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Australian Open 2019 Exclusive: 'Beating Roger Federer is my greatest memory,' reveals David Goffin

2019 Australian Open - Previews
2019 Australian Open - Previews
Arvind S
SENIOR ANALYST
Modified 20 Sep 2019, 22:56 IST
Exclusive
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Injuries can play a defining role in sport, especially tennis, potentially robbing athletes of their prime years; a fact World No. 22 David Goffin would attest to.

The Belgian has had his fair share of injuries in the past; most of them suffered in rather bizarre circumstances. Goffin was at the receiving end of one such injury just last year, which resulted in him missing almost half the season, plummeting him down the ATP rankings.

However, 2019 promises a whole lot for the 28-year-old, who is keen to put the past behind him and focus on having the best season of his career.

Entering the Australian Open, where he had crashed out in the second round last year, Goffin sounded cautiously optimistic of his chances to make a deep run. He put on a sublime display in his opening round match against Christian Garin, dropping just four games en route to a routine thrashing of the Chilean.

Speaking to Sportskeeda in the aftermath of his first-round victory, Goffin revealed that he is peaking - from both a fitness and form perspective.

"It was a really good performance, I'm really happy. I haven't played an official match since September, and just one match in Doha so I needed some confidence. I was feeling good from the first point. Physically too I felt great. It was a hot day, but I didn't feel the heat too much and didn't let that affect me.

"It's always better to play shorter matches at the start. If you play an hour and a half, you don't expend too much energy on the court. It's perfect for the next day, I can work on certain things tomorrow and be ready for the next match. It's the perfect start."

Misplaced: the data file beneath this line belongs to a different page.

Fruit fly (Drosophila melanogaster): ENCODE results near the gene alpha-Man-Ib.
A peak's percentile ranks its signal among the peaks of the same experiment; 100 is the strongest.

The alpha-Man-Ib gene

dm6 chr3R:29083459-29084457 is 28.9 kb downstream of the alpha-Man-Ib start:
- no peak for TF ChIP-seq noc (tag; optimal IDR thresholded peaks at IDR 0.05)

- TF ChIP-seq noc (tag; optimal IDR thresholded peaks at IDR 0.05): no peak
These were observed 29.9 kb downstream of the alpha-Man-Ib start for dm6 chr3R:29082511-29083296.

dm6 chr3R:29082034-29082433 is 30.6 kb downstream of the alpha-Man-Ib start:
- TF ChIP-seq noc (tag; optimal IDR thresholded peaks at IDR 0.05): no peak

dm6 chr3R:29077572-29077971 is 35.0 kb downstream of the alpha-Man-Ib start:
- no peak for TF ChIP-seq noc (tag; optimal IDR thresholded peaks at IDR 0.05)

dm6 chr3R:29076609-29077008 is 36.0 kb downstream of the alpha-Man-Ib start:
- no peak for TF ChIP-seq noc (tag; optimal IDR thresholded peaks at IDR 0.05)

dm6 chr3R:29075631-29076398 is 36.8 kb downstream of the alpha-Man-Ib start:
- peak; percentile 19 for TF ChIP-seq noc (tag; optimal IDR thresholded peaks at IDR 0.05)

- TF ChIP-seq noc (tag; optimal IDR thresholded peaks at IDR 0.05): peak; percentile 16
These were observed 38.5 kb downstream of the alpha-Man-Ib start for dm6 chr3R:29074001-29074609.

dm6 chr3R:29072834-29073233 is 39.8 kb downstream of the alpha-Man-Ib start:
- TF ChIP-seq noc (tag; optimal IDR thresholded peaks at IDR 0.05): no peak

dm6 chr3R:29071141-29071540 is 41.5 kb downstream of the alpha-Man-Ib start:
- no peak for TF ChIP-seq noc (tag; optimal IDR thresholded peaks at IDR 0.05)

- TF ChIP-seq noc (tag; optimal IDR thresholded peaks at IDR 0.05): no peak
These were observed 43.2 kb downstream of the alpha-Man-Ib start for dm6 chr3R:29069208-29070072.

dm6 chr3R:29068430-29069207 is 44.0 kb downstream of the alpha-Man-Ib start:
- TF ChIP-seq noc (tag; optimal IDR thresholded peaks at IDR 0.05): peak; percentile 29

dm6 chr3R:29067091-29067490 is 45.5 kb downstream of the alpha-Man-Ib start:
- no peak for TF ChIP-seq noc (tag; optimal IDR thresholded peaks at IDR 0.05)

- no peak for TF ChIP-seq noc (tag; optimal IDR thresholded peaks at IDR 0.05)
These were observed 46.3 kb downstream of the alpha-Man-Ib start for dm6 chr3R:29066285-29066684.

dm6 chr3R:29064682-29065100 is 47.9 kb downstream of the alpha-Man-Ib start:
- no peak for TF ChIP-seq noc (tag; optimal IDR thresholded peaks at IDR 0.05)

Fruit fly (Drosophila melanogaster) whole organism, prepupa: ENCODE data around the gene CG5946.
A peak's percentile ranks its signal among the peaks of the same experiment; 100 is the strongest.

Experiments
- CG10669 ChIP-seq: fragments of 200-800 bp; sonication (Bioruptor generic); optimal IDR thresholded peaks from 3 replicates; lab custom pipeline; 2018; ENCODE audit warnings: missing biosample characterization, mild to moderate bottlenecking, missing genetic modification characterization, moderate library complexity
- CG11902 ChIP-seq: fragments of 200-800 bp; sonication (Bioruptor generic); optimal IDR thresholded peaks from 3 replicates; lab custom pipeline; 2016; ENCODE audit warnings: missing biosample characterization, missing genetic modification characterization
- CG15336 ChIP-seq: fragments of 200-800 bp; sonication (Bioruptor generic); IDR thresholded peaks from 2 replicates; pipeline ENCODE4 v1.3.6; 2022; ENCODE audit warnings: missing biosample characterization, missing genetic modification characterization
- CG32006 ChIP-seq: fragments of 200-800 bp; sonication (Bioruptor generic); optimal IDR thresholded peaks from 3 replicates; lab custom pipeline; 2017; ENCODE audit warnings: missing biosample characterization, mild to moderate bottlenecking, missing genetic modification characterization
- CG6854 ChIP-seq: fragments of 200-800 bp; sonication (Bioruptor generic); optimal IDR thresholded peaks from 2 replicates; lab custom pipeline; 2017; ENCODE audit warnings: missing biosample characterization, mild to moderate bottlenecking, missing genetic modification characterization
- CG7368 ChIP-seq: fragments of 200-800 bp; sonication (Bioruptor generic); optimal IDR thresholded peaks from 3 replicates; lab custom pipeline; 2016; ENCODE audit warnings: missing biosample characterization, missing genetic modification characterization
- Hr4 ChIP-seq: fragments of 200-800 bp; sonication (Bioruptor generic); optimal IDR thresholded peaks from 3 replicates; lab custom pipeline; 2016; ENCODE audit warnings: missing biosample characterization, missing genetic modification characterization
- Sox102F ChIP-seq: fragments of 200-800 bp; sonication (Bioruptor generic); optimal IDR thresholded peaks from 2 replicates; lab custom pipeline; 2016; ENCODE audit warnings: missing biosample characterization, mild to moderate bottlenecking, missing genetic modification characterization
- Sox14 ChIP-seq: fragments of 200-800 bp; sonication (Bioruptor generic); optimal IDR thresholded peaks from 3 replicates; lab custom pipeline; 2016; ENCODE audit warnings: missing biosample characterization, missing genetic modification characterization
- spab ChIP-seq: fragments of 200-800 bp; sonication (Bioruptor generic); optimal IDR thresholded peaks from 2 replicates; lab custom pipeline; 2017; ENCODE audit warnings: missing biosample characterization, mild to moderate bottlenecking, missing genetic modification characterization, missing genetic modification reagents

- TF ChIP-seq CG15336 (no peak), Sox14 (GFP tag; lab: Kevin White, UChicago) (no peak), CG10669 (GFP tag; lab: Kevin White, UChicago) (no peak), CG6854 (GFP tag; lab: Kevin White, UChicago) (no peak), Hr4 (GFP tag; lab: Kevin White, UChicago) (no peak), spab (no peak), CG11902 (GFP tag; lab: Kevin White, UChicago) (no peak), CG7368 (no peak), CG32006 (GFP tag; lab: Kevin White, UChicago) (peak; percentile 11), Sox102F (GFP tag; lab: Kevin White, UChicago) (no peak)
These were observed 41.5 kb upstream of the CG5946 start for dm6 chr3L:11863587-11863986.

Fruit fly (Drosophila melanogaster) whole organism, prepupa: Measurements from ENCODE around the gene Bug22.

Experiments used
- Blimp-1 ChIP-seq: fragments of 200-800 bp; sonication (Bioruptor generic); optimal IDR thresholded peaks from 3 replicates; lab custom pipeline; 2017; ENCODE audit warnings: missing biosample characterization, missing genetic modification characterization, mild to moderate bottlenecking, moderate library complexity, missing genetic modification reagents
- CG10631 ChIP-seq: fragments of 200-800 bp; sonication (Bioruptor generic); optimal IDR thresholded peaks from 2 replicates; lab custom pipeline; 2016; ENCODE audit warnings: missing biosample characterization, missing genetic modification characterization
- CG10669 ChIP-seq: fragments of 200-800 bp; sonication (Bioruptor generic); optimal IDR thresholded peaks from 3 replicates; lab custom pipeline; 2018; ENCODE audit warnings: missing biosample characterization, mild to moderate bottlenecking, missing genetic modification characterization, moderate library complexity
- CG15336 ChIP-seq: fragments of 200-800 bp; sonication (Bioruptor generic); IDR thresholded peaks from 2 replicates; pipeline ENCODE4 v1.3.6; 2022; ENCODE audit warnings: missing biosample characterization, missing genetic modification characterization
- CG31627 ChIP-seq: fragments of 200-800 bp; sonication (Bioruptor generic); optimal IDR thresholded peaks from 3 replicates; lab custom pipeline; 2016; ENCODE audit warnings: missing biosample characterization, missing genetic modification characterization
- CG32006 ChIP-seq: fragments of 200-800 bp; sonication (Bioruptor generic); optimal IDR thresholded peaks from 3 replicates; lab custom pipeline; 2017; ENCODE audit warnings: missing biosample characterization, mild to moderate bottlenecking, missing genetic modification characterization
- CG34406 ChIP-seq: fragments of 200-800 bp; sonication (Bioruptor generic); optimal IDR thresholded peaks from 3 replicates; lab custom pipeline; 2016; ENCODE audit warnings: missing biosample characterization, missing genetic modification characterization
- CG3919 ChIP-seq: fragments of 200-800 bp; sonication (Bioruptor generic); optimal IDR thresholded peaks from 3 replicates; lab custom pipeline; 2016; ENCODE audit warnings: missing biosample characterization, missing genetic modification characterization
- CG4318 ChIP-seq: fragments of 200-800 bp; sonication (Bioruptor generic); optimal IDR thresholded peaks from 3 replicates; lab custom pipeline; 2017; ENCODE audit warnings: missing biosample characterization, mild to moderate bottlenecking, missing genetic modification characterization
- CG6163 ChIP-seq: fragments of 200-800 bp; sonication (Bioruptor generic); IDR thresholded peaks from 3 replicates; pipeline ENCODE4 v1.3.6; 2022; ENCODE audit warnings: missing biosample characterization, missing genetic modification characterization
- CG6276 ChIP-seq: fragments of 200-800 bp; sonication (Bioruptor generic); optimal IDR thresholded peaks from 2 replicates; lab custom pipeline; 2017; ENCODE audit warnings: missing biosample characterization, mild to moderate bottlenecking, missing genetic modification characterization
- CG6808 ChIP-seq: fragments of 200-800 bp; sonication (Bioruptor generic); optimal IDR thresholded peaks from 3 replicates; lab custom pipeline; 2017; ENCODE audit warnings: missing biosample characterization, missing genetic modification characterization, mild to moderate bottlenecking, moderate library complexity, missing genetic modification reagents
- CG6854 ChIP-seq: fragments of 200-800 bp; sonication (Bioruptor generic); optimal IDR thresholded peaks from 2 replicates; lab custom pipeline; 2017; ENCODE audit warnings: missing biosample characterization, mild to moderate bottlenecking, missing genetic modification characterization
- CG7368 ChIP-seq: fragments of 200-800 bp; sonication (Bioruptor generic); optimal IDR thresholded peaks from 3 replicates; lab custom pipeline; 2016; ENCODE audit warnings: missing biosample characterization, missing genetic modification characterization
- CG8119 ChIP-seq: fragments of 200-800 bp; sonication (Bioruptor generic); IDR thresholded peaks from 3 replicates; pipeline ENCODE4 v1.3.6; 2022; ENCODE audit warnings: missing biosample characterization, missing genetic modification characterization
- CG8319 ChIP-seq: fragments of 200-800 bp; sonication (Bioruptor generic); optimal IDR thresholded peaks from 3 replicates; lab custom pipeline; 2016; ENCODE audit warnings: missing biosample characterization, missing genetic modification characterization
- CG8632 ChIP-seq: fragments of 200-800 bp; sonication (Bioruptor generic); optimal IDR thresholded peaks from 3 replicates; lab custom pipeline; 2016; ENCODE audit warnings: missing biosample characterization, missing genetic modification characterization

The win is especially sweet considering how few and far between they have been for the World No. 22, whose last victory came way back in September last year, following which he was struck down by the injury bug; one that had refused to spare even the big 4 of men's tennis.

However, while the likes of Federer and Djokovic have been the victim of the occasional injury in the past, Goffin has been especially prone to them, missing large chunks of seasons as a result.

Last year, the Belgian, in a rather bizarre incident, was forced to retire from his semifinal match in Rotterdam against Grigor Dimitrov after being struck flush on the eye by a ball that had ricocheted off of his own racquet. He was forced to miss the next couple of months in order to recuperate.

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Prior to that, in the 2017 French Open, he was forced to retire from his third-round match after tripping over the tarpaulin on the edge of the court and turning his ankle.

David Goffin was forced to retire from his 2017 French Open match against Horacio Zeballos
David Goffin was forced to retire from his 2017 French Open match against Horacio Zeballos